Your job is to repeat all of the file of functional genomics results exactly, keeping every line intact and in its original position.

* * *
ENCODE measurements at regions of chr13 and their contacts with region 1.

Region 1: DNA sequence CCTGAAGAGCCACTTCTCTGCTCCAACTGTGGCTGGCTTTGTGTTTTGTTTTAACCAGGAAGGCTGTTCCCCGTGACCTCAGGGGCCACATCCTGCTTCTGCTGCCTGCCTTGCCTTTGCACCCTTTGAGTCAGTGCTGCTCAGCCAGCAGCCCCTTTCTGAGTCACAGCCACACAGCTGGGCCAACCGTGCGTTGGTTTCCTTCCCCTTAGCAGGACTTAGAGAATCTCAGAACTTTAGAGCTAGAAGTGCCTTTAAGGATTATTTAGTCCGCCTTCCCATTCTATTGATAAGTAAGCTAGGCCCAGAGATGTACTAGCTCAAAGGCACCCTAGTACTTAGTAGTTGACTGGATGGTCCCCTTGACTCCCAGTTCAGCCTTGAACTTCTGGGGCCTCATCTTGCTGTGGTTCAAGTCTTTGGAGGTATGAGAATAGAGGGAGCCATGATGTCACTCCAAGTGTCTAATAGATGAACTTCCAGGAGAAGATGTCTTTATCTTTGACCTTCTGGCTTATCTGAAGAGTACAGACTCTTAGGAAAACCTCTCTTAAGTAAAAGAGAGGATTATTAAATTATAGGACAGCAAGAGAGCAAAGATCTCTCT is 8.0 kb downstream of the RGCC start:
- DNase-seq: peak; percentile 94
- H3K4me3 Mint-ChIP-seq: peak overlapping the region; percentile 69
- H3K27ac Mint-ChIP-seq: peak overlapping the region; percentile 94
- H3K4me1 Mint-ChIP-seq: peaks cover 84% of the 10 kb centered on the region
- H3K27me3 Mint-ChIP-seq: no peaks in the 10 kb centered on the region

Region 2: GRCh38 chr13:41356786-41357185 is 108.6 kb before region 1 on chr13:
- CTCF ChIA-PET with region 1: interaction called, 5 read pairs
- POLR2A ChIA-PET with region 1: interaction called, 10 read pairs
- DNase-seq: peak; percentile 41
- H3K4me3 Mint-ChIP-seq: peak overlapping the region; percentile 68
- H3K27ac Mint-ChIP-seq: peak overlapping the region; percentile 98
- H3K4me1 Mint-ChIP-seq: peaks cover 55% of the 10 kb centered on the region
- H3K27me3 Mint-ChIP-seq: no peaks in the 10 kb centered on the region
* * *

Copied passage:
ENCODE measurements at regions of chr13 and their contacts with region 1.

Region 1: DNA sequence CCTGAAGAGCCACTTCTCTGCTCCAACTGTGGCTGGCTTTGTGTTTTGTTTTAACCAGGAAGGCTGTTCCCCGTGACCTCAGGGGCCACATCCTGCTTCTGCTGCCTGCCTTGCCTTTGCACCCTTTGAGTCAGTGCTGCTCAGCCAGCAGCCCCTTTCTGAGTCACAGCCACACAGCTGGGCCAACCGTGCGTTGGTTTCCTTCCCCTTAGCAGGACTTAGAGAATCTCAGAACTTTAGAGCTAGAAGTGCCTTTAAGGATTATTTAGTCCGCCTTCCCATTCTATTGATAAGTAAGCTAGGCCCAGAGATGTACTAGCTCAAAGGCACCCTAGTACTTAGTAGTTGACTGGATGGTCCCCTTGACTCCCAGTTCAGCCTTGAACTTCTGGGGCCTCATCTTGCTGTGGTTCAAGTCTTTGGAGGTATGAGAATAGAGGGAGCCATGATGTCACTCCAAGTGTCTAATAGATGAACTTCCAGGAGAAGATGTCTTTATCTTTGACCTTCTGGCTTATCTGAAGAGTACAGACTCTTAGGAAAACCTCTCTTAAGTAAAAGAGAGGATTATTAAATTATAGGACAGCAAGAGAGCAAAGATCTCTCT is 8.0 kb downstream of the RGCC start:
- DNase-seq: peak; percentile 94
- H3K4me3 Mint-ChIP-seq: peak overlapping the region; percentile 69
- H3K27ac Mint-ChIP-seq: peak overlapping the region; percentile 94
- H3K4me1 Mint-ChIP-seq: peaks cover 84% of the 10 kb centered on the region
- H3K27me3 Mint-ChIP-seq: no peaks in the 10 kb centered on the region

Region 2: GRCh38 chr13:41356786-41357185 is 108.6 kb before region 1 on chr13:
- CTCF ChIA-PET with region 1: interaction called, 5 read pairs
- POLR2A ChIA-PET with region 1: interaction called, 10 read pairs
- DNase-seq: peak; percentile 41
- H3K4me3 Mint-ChIP-seq: peak overlapping the region; percentile 68
- H3K27ac Mint-ChIP-seq: peak overlapping the region; percentile 98
- H3K4me1 Mint-ChIP-seq: peaks cover 55% of the 10 kb centered on the region
- H3K27me3 Mint-ChIP-seq: no peaks in the 10 kb centered on the region